• Editor: Tom Dyson

Paid Services

  • The Bonner-Denning Letter ($199/yr) - This is yet another newsletter for those looking for contrarian insights into how the markets work, political, financial, and business. It's similar to Bill Bonner's Diary service, but provides more in-depth information as well as collaborative insight from Dan Denning. But don't expect any specific stock recommendations here... this is for those who just want to keep up-to-date on what's going on and where things are heading - on a macroeconomic level.
    • Editors: Bill Bonner, Dan Denning
  • The Near Future Report ($199/yr) - Headed by tech expert Jeff Brown, The Near Future Report is a tech investment advisory service focused on large-cap investments, leaning towards the less risky, but less-profitable side of things. Subscriber are provided with:
    •  Monthly newsletters that give insider insights on current and developing trends in tech, such as 5G, AI, etc., as well as specific investment recommendations
    • Trade alerts with price instructions for buying/selling
    • Access to a model portfolio where recommendations' performance can be monitored and more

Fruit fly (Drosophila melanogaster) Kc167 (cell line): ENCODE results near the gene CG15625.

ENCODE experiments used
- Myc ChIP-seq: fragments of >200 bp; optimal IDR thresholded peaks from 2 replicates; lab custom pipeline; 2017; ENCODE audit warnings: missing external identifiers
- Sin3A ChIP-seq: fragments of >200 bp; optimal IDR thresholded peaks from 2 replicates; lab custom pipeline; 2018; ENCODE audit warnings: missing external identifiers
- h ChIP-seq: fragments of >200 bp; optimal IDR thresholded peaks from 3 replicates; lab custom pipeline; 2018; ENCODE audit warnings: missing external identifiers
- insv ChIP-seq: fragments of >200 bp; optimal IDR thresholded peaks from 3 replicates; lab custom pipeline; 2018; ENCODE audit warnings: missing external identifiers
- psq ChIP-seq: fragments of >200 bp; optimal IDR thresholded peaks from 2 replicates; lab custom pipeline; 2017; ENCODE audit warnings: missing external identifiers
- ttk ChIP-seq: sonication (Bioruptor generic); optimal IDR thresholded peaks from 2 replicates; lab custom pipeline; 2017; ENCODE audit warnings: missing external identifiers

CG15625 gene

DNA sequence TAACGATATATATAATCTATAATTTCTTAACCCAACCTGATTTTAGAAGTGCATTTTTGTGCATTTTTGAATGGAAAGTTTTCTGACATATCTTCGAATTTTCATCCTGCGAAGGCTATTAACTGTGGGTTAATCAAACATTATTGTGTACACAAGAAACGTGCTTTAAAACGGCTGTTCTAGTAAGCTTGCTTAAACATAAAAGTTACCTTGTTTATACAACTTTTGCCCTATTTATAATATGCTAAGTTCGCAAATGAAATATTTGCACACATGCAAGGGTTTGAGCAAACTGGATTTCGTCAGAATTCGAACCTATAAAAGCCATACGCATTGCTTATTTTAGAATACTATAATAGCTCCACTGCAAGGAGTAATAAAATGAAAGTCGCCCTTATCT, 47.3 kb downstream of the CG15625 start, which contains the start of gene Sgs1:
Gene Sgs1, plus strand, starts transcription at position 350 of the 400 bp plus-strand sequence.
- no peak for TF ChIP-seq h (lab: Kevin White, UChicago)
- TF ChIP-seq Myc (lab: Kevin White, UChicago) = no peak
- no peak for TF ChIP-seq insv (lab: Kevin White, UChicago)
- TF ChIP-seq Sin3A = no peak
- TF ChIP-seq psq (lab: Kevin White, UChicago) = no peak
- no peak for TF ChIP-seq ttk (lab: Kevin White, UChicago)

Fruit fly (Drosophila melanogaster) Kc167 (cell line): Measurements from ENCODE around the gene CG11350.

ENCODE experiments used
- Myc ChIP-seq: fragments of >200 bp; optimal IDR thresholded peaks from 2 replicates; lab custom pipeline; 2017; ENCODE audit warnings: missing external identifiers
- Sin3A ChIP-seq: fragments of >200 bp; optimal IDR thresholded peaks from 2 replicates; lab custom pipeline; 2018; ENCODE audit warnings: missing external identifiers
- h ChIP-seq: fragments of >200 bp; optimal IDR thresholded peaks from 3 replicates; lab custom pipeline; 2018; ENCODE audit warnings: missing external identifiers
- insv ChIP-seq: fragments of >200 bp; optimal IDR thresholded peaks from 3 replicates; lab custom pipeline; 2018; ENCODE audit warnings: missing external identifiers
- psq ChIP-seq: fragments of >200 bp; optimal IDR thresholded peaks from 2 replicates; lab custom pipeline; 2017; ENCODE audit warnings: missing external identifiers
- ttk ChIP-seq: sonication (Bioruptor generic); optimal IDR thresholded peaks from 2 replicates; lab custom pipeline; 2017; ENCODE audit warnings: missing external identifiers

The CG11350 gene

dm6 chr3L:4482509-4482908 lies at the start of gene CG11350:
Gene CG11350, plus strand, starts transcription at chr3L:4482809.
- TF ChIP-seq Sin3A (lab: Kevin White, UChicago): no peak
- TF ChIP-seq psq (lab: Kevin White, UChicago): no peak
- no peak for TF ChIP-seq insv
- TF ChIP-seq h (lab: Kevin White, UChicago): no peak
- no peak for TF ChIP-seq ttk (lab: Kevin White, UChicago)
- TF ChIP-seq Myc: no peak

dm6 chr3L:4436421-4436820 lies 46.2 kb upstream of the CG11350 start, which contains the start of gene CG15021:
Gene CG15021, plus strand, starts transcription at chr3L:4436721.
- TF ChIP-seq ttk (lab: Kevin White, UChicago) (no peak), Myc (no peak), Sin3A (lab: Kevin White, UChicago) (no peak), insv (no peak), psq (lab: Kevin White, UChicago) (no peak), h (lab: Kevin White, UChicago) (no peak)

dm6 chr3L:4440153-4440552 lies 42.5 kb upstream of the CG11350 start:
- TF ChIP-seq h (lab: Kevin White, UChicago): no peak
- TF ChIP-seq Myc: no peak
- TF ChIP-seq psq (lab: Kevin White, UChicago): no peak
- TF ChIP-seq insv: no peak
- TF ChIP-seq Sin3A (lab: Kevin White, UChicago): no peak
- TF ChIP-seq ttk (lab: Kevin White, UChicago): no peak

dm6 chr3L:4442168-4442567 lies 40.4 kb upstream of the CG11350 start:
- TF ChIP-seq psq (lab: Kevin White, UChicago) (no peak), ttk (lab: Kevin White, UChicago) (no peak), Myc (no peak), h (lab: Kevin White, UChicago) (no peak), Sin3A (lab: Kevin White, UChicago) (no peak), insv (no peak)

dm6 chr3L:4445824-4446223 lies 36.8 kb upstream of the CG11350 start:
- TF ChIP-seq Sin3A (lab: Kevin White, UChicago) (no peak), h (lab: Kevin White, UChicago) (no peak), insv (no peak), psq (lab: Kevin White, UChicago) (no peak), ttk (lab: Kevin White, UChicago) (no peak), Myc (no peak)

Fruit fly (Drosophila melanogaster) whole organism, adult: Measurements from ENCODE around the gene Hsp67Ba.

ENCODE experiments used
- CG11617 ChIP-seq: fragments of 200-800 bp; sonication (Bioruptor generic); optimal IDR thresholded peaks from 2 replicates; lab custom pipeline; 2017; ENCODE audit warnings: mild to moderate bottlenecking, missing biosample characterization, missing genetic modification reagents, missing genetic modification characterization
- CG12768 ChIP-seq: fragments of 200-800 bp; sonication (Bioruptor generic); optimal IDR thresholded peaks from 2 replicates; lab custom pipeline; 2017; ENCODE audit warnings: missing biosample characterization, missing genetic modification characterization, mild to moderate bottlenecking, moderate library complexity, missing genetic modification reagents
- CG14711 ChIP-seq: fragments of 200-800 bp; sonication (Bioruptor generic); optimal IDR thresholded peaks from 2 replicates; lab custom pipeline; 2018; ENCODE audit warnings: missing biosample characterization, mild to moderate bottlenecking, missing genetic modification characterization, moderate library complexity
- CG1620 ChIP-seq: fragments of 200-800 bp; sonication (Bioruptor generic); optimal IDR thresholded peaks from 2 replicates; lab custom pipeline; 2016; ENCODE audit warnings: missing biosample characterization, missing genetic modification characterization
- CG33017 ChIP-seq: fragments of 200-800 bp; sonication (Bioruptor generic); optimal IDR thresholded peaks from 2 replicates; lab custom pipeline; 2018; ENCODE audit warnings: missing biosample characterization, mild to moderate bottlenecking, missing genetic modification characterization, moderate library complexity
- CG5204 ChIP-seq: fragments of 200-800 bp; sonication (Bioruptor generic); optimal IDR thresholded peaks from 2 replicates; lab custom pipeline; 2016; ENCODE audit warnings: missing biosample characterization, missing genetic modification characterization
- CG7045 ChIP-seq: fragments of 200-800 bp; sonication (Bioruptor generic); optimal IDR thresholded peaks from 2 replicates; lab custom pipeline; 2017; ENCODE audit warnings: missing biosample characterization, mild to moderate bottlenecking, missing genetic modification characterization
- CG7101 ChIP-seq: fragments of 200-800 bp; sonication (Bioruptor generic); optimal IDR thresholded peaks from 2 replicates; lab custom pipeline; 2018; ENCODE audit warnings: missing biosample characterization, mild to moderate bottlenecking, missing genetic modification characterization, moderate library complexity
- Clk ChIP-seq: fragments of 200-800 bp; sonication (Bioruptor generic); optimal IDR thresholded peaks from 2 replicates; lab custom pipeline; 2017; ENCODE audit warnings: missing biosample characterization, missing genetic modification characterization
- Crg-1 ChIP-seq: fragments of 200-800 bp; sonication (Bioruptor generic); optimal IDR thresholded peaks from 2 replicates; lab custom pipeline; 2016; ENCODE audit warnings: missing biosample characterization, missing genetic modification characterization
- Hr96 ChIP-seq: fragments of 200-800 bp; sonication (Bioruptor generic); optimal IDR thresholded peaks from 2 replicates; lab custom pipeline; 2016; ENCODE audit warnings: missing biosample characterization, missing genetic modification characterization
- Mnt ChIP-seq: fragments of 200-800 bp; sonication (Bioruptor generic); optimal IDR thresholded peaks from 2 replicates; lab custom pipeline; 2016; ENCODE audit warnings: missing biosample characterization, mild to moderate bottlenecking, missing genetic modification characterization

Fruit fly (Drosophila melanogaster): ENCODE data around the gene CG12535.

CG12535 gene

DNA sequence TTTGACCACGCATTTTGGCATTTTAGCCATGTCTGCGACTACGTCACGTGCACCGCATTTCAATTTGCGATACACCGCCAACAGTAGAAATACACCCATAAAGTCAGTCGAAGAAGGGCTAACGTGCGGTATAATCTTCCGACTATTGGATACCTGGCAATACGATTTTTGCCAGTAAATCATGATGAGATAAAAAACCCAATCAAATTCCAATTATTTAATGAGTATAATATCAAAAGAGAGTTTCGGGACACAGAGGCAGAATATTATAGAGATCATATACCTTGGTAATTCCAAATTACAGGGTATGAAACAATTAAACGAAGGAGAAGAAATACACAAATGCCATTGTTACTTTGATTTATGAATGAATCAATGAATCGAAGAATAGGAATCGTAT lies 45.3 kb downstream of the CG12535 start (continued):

• Editor: Jeff Brown
  • Exponential Tech Investor ($4,000/yr) - The focus here is on small & micro-cap tech companies that are positioned for "breakthrough growth" - specifically those that are dealing with new & cutting-edge technology that have the potential to double or triple in price within 18 months. Jeff Brown makes a lot of effort to find opportunities before they become mainstream. Subscribers are provided with:
    • Monthly newsletter issues that provide in-depth market analyses as well as specific investment recommendations
    • Trade alerts and updates on positions when necessary
    • Model portfolio access to view recommendations' performance
    • Editor: Jeff Brown
  • Early Stage Trader ($4,000/yr) - This is another premium investment advisory service by Jeff Brown that provides recommendations on tech stocks. What subscribers are provided with here consists of small tech stocks that can bring fast returns. Jeff is specifically looking for companies in their very early stages here, as the name of the newsletter suggests, which have potential for big growth. Subscribers get: